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Wednesday, February 2, 2011

FairPoint says it hits goal for Net

MANCHESTER – FairPoint Communications says it met its goal to make high-speed Internet service available to 85 percent of its customers in New Hampshire by the end of 2010.

The company said the expansion of its DSL service required spending $135 million, laying more than 700 miles of fiber-optic cable to connect offices and nodes, and adding 290 new sites that reach 60,000 homes and businesses that previously did not have DSL service.

The goal was required by state regulators when they approved FairPoint’s purchase of Verizon Northern New England’s landline operations three years ago. It is a big step toward reaching the next mandate, that FairPoint offer broadband service to 95 percent of its customers in New Hampshire by the end of 2013.

The expansion is built around a network infrastructure the company calls VantagePoint, which uses a fiber-based network to deliver the bandwidth, data and carrier Ethernet services to distribution points, and is based on Internet protocol rather than traditional end-to-end telephone connections.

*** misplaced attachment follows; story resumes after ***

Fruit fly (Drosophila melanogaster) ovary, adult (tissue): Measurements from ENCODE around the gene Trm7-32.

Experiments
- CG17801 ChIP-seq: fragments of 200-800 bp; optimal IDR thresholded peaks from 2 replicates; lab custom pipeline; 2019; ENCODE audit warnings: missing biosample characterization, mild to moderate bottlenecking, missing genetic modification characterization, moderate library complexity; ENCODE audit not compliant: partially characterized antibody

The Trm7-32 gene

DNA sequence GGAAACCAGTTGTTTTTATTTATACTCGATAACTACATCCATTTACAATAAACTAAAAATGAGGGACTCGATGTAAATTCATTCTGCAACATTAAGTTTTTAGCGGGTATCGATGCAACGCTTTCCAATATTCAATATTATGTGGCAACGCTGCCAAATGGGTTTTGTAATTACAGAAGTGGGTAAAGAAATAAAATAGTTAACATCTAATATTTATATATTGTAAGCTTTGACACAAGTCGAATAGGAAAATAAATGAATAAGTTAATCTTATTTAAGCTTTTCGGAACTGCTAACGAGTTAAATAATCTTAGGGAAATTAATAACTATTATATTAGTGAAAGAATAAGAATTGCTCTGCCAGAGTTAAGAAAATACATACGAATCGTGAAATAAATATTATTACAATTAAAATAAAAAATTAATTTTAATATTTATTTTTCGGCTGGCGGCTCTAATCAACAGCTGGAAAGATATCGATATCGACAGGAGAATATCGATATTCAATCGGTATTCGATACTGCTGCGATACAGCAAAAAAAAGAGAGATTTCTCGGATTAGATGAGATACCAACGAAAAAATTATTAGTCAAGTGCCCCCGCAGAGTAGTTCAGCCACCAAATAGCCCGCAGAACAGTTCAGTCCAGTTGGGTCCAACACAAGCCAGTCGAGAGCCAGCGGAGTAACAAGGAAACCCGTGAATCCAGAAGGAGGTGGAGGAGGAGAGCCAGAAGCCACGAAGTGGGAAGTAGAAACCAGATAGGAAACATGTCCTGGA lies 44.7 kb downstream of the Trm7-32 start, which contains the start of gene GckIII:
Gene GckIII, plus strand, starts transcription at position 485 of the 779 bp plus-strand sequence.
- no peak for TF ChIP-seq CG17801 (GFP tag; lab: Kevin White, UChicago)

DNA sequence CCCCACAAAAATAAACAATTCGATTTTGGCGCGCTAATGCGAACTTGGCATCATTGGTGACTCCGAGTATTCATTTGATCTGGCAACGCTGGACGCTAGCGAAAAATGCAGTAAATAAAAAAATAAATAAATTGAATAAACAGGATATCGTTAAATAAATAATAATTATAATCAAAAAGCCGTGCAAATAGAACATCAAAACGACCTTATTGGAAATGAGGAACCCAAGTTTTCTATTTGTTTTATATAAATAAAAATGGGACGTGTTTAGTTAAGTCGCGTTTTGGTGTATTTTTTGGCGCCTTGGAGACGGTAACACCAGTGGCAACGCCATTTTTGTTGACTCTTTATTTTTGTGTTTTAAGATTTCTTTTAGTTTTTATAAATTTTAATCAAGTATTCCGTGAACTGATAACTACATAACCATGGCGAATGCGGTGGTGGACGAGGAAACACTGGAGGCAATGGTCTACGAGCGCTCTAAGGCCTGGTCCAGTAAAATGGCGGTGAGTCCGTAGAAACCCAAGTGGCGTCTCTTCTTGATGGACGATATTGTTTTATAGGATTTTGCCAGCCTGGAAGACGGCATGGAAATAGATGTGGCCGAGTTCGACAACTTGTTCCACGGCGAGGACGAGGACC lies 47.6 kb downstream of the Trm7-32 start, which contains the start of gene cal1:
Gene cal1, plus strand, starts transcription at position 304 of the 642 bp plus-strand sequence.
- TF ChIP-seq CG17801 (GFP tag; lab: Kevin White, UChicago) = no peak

The system connects to customers over copper telephone lines.

The expansion is vital to FairPoint’s business plan, which calls for income from Internet services to replace the business of traditional landline telephone business, which is declining nationwide as people switch to mobile phones and, to a much lesser extent, voice-over-Internet service.

FairPoint has lost about 40 percent of its landline customers in New Hampshire since the cutover from Verizon systems began two years ago, with total access lines falling from 415,671 in January 2009 to 252,309 in November 2010.

“For over two years, FairPoint has been working to increase broadband availability and improve our network in the Granite State,” said Teresa Rosenberger, New Hampshire president for FairPoint. “We are very pleased to announce that we have met the target set by the regulatory agreement.”

In January, FairPoint emerged from bankruptcy with debt of $1 billion, nearly two-thirds less than the debt it had when it filed for Chapter 11 more than a year ago. The company says this restructuring has left it in much stronger position financially.

This broadband expansion was financed solely by FairPoint, the company said.

FairPoint owns and operates local exchange companies in 18 states, but its service in New Hampshire, Vermont and Maine makes up the bulk of the company.